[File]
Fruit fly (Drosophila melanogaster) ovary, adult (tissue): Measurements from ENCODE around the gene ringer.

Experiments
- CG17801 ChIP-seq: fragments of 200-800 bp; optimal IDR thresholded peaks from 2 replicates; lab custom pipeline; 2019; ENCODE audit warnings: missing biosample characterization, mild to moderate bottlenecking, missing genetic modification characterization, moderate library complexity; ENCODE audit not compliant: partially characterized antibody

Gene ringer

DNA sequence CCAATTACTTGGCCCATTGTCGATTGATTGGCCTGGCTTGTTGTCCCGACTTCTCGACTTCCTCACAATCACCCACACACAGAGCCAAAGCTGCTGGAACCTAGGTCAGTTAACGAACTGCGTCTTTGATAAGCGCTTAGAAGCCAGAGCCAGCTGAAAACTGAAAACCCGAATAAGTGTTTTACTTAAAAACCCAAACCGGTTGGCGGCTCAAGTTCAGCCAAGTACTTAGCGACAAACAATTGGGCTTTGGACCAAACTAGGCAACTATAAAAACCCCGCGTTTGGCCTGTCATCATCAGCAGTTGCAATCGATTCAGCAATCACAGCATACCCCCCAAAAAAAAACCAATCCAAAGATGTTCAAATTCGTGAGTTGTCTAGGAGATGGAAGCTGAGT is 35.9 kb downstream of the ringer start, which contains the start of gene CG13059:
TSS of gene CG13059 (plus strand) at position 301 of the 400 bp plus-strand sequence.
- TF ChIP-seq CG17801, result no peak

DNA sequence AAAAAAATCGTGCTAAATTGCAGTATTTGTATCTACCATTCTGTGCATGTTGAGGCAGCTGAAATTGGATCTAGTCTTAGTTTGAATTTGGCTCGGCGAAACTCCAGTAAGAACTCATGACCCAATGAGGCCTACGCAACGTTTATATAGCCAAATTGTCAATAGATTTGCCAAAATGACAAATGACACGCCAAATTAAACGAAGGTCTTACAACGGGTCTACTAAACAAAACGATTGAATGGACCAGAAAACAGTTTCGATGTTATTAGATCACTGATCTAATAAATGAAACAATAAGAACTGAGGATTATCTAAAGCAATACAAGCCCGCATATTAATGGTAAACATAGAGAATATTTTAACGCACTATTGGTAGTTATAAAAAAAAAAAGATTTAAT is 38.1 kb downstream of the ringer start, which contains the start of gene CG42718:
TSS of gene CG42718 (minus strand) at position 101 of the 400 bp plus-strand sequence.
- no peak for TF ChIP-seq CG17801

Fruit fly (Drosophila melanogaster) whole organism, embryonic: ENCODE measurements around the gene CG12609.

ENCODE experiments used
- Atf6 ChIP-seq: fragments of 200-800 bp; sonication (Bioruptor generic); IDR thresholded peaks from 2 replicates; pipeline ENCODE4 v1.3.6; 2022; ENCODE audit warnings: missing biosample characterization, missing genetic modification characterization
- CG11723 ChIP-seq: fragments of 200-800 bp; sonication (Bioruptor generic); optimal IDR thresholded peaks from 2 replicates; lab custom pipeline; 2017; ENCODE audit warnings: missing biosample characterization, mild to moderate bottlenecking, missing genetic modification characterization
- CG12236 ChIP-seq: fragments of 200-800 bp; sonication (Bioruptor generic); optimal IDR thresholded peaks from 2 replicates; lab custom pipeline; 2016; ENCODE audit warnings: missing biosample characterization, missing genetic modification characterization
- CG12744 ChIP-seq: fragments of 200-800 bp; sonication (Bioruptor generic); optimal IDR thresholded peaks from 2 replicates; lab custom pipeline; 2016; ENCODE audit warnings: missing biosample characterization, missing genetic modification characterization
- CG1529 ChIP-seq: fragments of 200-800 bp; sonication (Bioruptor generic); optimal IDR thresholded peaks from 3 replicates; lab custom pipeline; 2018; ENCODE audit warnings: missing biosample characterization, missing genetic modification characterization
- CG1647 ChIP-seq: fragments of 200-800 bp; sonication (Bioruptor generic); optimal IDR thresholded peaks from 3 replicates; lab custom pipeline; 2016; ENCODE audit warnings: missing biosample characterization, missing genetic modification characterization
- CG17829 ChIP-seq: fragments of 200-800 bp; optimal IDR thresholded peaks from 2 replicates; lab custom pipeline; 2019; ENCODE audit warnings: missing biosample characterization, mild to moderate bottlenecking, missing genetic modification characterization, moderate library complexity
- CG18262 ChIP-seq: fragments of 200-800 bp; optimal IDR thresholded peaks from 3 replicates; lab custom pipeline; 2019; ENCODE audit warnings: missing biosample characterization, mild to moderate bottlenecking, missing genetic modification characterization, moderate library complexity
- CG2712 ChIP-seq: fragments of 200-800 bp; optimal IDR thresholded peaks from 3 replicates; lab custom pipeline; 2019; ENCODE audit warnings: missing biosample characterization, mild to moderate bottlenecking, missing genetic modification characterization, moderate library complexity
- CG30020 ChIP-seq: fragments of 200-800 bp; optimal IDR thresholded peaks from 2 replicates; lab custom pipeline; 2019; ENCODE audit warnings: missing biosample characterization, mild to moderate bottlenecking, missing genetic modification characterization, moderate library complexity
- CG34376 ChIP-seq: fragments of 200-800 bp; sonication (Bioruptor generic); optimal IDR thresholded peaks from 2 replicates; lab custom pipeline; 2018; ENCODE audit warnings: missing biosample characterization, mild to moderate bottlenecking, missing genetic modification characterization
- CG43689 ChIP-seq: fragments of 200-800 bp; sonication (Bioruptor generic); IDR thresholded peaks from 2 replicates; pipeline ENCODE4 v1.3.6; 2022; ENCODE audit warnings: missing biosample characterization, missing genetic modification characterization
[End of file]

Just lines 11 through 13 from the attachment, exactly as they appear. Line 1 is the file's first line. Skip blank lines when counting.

Fruit fly (Drosophila melanogaster) whole organism, embryonic: ENCODE measurements around the gene CG12609.

ENCODE experiments used
- Atf6 ChIP-seq: fragments of 200-800 bp; sonication (Bioruptor generic); IDR thresholded peaks from 2 replicates; pipeline ENCODE4 v1.3.6; 2022; ENCODE audit warnings: missing biosample characterization, missing genetic modification characterization